Activision Blizzard has filed a motion to delay a discrimination lawsuit brought by the California Department of Fair Employment and Housing (or DFEH) so that it may examine accusations that DFEH lawyers participated in ethical misconduct.
According to the application, the DFEH is being represented in the lawsuit by lawyers who previously worked for the Equal Employment Opportunity Commission (or EEOC), a federal body that examines workplace abuse complaints.
A lawyer who has previously served as a public official or employee of the government […] must not otherwise represent a client in connection with an issue in which the lawyer engaged directly and substantially as a public official or employee, according to the application.
The motion essentially claims that DFEH lawyers should be barred from participating in this action against Activision Blizzard because they previously worked on a similar issue against the firm when working by the Equal Employment Opportunity Commission.
The EEOC recently resolved another discrimination case brought by Activision Blizzard for $18 million. The DFEH is attempting to prevent the settlement, and it was the EEOC that raised ethical issues about DFEH attorneys (perhaps to maintain its win).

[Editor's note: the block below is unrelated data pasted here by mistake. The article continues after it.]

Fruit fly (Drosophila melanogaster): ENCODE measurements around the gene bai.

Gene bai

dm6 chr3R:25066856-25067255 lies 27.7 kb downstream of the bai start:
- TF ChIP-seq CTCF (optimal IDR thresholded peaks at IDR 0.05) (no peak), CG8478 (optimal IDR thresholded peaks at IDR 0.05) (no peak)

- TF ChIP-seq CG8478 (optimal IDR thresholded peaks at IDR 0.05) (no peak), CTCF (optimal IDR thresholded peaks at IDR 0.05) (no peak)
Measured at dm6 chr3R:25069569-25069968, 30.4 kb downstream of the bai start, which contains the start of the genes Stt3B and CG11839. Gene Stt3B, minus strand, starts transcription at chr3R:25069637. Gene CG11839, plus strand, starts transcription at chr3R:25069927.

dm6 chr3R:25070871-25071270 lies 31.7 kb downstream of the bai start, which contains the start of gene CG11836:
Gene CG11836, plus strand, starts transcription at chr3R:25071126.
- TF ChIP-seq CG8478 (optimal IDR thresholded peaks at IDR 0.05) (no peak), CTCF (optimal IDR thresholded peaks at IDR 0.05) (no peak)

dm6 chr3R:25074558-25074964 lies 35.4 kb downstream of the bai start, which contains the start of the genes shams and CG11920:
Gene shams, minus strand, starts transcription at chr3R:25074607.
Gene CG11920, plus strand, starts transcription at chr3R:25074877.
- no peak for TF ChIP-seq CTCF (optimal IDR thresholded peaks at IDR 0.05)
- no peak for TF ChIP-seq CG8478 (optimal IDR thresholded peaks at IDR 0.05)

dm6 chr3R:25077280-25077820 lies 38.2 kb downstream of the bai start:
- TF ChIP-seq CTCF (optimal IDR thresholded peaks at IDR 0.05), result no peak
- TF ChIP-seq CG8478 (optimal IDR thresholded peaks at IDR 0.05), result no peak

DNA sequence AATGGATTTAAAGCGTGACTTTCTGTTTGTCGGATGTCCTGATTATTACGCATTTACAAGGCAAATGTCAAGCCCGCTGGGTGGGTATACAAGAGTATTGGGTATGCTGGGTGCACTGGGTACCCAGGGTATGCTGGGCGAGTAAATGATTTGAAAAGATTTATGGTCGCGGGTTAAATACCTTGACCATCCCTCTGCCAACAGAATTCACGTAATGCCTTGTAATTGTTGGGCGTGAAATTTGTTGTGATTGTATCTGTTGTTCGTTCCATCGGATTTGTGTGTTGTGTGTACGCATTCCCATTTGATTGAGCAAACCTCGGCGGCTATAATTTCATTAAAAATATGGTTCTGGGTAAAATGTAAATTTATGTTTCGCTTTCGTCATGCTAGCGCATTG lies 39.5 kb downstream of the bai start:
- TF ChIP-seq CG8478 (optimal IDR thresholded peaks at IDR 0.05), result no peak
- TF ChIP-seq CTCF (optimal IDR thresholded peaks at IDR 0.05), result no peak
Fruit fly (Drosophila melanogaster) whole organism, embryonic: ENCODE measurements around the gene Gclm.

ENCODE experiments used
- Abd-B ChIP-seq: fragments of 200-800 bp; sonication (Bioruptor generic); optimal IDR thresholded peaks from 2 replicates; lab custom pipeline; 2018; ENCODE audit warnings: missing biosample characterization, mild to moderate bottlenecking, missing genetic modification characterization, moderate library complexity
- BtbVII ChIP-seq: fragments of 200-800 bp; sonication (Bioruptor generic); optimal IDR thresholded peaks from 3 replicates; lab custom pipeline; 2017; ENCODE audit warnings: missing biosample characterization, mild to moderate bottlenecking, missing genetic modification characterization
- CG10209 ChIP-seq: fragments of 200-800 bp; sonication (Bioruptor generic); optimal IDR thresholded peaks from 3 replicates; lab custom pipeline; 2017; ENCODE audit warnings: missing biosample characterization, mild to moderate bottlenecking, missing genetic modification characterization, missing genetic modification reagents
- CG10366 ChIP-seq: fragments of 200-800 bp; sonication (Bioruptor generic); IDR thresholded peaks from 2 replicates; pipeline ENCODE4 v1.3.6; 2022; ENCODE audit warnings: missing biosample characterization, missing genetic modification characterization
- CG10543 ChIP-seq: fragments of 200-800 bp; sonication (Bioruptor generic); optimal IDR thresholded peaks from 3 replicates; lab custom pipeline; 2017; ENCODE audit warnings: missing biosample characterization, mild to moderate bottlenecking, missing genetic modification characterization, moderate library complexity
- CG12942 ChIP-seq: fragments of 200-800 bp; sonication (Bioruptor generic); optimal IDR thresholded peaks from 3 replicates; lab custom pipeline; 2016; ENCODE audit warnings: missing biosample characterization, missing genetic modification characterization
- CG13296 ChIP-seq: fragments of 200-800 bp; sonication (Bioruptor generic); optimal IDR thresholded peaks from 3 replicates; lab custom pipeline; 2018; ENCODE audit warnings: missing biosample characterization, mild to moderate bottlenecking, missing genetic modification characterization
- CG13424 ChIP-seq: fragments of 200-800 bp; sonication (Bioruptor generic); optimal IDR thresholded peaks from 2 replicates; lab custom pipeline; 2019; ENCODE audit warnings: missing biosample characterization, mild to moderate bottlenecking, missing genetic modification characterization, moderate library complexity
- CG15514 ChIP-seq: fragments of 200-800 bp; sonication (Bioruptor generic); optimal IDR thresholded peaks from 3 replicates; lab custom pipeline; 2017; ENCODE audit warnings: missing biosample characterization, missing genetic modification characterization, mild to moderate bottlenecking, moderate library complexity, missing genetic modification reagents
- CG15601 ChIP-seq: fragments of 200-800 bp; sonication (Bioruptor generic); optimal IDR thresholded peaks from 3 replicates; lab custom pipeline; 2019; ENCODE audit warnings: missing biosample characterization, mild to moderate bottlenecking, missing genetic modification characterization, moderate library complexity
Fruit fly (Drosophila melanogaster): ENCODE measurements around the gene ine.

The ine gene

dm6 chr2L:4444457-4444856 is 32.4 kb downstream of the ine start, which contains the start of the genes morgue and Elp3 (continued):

“The EEOC claims that two of the DFEH attorneys who have appeared in this case (and who now ‘play leadership roles within the [DFEH]’) ‘previously served as EEOC [REDACTED],’ during which time they ‘helped to direct the EEOC’s investigation’ against Activision Blizzard,” according to the application.
Activision Blizzard argues the lawsuit might be in severe jeopardy if the court sustains the stay and finds that DFEH lawyers did breach conflict of interest regulations. “Violation of these standards might result in the disqualification not just of the two attorneys at issue, but of the whole group of DFEH attorneys with whom they have worked,” according to the company’s submission. It also puts into doubt the underlying investigation’s credibility.”
This comes after Blizzard stated that 20 workers had “exited” the business as a result of harassment investigations, and that another 20 had been punished. Some Blizzard employees have continued to push for a more equal workplace in the months since the cases were made public, demanding that the firm cease compulsory arbitration and offer greater pay transparency.
The EEOC and the DFEH did not immediately reply to demands for comment, and neither the DFEH nor the EEOC have had the opportunity to contest Activision Blizzard’s assertions in court: neither has filed a response to this motion.
“We look forward to settling the issue with the DFEH fairly in an appropriate court,” a Blizzard representative says of the submissions. We share the EEOC and DFEH’s aim of a safe, inclusive workplace where employees are fairly compensated, and we are committed to eliminating harassment and discrimination in our workplace.”
On October 20th, a hearing will be held on the application.